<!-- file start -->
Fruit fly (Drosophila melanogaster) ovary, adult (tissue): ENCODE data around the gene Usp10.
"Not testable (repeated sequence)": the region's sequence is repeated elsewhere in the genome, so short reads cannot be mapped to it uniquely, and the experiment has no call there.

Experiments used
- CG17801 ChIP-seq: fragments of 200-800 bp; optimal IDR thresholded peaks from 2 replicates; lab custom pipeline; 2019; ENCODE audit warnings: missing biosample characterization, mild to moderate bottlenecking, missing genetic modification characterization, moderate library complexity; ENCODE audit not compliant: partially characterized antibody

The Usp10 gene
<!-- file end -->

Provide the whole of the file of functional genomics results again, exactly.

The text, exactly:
Fruit fly (Drosophila melanogaster) ovary, adult (tissue): ENCODE data around the gene Usp10.
"Not testable (repeated sequence)": the region's sequence is repeated elsewhere in the genome, so short reads cannot be mapped to it uniquely, and the experiment has no call there.

Experiments used
- CG17801 ChIP-seq: fragments of 200-800 bp; optimal IDR thresholded peaks from 2 replicates; lab custom pipeline; 2019; ENCODE audit warnings: missing biosample characterization, mild to moderate bottlenecking, missing genetic modification characterization, moderate library complexity; ENCODE audit not compliant: partially characterized antibody

The Usp10 gene